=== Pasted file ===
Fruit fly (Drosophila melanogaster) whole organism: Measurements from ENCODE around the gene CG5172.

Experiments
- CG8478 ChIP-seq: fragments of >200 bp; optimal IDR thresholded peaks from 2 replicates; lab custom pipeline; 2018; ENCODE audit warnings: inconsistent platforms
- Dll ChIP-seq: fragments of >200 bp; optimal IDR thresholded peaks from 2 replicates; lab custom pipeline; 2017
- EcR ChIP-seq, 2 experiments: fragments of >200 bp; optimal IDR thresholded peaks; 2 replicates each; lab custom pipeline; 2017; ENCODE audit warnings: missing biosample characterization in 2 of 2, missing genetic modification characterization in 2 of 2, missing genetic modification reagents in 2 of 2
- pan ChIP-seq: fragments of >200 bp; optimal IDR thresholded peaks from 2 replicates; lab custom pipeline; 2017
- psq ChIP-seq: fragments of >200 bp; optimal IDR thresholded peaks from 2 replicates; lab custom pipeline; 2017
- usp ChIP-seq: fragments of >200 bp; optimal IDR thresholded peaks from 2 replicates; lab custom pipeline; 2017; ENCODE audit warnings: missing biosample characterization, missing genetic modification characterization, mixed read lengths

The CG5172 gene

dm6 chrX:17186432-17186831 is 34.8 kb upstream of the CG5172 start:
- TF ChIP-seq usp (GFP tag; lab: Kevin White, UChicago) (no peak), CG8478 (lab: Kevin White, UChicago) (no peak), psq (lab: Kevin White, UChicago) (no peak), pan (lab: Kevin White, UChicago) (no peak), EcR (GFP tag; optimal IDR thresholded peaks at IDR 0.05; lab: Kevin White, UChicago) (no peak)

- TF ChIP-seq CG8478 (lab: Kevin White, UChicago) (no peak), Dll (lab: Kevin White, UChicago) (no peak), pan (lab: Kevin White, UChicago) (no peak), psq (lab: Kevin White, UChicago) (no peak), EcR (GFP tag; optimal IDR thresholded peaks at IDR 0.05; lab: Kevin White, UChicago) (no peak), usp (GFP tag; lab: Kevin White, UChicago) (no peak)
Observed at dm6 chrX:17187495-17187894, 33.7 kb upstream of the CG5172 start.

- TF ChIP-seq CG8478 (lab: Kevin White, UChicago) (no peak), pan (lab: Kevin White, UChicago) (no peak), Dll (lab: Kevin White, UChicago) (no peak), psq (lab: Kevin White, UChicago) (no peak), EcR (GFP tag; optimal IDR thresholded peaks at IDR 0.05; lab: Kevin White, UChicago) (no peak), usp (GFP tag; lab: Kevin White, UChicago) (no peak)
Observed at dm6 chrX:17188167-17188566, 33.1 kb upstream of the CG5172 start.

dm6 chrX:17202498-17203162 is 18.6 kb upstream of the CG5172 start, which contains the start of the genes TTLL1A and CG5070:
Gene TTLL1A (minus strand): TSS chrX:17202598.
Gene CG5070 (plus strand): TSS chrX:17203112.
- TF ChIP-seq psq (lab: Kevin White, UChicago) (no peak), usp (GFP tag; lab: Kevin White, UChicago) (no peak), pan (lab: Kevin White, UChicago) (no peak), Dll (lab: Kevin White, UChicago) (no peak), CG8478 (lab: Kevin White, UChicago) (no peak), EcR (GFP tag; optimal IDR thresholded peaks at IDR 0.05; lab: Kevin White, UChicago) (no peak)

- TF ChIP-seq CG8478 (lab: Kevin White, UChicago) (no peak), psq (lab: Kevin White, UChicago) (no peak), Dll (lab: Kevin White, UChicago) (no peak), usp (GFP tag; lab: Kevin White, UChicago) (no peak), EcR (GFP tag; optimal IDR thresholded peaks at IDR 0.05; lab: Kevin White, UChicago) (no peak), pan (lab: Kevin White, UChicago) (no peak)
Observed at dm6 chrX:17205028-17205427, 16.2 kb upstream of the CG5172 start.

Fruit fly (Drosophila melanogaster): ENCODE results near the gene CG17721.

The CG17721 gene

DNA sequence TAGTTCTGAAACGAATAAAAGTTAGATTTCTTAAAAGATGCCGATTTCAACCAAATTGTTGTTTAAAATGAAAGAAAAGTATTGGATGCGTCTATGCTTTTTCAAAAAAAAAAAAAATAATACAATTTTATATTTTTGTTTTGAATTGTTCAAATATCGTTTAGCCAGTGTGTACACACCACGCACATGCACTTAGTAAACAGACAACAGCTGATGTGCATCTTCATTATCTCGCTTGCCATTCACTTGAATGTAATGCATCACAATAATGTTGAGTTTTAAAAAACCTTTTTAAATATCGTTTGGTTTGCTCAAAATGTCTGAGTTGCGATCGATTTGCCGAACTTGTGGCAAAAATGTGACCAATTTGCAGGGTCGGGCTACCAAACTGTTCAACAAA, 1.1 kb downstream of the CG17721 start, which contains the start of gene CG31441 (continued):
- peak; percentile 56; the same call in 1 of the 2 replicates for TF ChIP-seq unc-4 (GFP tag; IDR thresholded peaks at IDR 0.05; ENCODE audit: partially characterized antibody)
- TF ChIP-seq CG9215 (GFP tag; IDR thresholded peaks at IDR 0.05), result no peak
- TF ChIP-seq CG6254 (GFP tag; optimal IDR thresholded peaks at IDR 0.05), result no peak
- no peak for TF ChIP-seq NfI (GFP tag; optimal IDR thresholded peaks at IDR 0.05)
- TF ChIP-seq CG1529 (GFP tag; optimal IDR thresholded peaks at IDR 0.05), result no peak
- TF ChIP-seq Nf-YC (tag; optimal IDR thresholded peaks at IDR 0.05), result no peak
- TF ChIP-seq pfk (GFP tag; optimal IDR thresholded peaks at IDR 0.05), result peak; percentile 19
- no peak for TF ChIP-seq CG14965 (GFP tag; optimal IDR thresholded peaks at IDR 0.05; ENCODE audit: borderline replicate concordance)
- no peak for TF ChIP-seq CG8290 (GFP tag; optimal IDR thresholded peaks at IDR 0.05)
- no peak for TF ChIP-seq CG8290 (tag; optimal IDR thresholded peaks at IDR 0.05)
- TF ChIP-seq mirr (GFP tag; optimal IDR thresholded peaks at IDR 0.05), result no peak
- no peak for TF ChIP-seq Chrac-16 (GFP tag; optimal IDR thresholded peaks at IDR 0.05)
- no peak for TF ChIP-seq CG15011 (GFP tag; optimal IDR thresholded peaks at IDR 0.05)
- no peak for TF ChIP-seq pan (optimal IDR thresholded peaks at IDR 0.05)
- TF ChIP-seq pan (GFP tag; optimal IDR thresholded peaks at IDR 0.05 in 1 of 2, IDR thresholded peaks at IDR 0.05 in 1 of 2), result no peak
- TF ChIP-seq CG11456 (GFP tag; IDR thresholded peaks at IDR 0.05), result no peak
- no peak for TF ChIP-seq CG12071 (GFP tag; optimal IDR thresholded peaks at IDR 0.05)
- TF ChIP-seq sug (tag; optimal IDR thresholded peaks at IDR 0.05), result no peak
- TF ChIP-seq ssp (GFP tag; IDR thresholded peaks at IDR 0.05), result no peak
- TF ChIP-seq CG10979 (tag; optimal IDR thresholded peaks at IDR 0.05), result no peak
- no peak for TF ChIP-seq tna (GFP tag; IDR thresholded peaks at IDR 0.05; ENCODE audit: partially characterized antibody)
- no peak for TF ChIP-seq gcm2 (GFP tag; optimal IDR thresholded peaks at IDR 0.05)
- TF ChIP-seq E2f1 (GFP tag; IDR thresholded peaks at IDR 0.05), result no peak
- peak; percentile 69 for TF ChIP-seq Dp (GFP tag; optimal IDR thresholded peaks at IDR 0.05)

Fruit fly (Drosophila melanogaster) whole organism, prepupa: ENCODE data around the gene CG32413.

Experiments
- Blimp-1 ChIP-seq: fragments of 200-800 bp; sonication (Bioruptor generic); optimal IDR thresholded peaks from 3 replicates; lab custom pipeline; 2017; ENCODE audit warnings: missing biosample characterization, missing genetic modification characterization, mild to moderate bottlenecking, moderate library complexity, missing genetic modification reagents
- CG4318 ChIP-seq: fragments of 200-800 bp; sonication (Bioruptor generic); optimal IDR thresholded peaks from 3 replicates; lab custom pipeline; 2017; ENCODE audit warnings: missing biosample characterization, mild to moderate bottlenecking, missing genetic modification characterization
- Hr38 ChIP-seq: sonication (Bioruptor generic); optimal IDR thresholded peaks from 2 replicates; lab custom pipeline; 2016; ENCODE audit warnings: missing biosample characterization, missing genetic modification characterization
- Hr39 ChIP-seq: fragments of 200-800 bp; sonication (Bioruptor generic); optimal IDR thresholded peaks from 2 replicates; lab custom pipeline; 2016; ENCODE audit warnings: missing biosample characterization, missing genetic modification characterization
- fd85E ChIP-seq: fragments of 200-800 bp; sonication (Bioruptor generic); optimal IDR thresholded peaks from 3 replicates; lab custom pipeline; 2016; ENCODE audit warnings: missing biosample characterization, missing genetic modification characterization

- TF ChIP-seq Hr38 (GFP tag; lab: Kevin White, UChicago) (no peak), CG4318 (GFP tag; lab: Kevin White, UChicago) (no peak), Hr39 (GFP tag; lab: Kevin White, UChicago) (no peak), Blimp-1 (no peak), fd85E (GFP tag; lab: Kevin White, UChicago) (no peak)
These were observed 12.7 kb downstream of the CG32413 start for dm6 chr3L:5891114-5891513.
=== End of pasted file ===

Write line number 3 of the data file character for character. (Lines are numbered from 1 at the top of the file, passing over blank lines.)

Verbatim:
- CG8478 ChIP-seq: fragments of >200 bp; optimal IDR thresholded peaks from 2 replicates; lab custom pipeline; 2018; ENCODE audit warnings: inconsistent platforms